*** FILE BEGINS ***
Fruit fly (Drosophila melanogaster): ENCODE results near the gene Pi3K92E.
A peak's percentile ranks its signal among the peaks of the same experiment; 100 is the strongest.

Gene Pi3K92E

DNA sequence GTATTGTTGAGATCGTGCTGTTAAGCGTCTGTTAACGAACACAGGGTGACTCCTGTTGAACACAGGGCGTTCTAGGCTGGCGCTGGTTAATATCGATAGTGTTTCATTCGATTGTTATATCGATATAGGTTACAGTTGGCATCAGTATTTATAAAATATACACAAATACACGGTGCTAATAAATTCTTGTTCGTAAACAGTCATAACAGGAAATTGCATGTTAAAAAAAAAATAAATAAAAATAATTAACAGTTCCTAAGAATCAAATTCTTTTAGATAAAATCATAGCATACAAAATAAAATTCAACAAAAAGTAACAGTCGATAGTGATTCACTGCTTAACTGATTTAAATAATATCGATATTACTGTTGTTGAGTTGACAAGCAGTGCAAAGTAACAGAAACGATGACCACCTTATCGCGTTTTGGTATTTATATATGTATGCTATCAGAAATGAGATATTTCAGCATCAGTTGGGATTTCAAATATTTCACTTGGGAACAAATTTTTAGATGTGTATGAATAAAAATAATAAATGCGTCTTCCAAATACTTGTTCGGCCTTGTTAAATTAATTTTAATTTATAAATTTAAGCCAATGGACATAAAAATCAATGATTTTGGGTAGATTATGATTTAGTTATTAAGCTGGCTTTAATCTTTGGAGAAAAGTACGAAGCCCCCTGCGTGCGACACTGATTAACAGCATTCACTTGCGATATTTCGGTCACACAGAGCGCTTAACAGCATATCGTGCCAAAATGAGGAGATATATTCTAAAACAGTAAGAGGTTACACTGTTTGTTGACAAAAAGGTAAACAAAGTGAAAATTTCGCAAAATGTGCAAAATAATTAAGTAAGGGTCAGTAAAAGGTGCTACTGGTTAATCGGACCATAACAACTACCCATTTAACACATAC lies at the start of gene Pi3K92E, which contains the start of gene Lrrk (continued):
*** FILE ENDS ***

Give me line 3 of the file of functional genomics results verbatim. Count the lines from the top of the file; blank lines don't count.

Gene Pi3K92E